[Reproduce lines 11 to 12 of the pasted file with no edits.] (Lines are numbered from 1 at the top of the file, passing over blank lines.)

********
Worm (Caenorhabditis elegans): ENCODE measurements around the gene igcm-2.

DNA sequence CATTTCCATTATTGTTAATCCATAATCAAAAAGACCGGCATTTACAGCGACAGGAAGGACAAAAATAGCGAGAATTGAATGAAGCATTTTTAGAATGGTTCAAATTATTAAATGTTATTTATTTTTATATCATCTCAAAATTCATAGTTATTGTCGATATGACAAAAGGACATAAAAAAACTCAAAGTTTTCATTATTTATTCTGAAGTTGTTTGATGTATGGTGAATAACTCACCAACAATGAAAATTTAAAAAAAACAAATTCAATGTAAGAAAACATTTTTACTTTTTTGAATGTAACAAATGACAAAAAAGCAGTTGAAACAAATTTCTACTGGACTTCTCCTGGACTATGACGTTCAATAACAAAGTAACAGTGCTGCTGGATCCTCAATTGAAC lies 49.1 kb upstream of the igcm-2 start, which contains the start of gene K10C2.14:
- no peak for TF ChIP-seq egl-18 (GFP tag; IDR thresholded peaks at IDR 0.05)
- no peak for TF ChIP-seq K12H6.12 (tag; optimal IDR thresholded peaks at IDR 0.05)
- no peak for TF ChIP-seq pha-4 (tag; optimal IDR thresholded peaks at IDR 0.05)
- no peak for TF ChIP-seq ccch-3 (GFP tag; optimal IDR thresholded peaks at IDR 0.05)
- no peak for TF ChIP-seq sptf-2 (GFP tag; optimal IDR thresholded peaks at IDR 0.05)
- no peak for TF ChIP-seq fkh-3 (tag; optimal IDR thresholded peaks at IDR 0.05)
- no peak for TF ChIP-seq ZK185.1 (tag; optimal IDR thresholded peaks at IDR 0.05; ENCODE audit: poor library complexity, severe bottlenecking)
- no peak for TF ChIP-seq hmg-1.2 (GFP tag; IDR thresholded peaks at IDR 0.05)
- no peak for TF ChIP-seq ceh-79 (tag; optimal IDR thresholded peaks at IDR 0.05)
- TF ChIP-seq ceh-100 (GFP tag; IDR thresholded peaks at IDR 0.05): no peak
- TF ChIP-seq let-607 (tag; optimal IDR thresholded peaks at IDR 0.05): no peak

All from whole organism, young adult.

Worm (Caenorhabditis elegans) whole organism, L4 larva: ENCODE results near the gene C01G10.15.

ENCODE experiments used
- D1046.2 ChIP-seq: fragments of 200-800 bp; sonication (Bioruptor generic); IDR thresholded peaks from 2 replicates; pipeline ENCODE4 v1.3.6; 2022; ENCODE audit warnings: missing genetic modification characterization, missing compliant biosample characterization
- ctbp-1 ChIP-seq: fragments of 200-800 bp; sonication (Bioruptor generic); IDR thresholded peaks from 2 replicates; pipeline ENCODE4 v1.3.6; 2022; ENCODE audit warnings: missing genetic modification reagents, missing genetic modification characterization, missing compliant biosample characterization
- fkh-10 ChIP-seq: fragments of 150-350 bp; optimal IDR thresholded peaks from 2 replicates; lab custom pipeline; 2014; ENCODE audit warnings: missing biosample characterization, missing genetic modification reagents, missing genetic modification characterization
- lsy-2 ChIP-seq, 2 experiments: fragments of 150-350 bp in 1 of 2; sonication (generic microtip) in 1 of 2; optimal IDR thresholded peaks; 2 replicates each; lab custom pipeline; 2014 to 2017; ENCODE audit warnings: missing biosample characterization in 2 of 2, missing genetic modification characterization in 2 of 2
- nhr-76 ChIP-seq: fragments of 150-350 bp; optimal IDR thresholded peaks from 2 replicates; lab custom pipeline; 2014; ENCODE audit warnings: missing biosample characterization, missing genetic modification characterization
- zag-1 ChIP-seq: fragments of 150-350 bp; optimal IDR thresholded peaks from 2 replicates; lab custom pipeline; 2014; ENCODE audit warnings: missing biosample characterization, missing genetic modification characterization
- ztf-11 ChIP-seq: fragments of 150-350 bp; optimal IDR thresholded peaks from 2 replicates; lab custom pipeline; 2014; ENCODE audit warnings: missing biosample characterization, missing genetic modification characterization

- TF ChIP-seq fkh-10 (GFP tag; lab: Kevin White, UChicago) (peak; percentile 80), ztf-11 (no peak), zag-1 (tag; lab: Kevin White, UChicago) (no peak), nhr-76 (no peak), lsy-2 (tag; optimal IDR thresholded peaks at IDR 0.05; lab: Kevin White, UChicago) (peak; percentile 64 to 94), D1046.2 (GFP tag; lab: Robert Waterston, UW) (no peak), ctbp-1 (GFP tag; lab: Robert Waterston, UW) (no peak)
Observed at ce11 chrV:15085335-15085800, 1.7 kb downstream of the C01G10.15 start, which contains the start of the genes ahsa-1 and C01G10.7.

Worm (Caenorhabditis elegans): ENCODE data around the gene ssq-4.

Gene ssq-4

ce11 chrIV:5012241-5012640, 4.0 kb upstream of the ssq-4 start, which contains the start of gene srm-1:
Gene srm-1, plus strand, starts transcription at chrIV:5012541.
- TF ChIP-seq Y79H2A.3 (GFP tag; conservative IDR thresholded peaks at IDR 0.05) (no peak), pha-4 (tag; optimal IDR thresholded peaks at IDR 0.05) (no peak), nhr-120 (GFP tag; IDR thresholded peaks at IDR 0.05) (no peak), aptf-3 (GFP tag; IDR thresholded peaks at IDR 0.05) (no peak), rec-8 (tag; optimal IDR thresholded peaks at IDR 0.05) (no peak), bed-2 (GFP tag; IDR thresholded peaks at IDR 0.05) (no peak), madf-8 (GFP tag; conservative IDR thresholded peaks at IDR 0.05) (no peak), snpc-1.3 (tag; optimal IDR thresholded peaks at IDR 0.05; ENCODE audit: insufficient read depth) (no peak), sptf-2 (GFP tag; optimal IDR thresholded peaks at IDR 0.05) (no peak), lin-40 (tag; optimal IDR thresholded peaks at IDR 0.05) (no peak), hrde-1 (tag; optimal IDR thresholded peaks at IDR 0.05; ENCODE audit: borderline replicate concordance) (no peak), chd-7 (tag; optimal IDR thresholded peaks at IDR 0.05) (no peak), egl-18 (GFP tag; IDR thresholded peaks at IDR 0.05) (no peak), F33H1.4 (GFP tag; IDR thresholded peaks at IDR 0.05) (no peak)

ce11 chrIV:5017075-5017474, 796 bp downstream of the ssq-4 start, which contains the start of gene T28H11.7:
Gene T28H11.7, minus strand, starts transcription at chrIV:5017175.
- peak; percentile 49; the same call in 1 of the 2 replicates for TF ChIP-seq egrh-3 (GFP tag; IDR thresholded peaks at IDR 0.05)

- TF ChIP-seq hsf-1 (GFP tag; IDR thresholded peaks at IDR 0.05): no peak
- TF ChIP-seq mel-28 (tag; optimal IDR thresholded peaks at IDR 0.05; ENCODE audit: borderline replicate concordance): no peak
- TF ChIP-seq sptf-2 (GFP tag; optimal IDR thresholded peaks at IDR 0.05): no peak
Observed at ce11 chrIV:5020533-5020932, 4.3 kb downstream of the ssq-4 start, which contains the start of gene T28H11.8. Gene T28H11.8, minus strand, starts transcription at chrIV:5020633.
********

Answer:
- no peak for TF ChIP-seq ceh-79 (tag; optimal IDR thresholded peaks at IDR 0.05)
- TF ChIP-seq ceh-100 (GFP tag; IDR thresholded peaks at IDR 0.05): no peak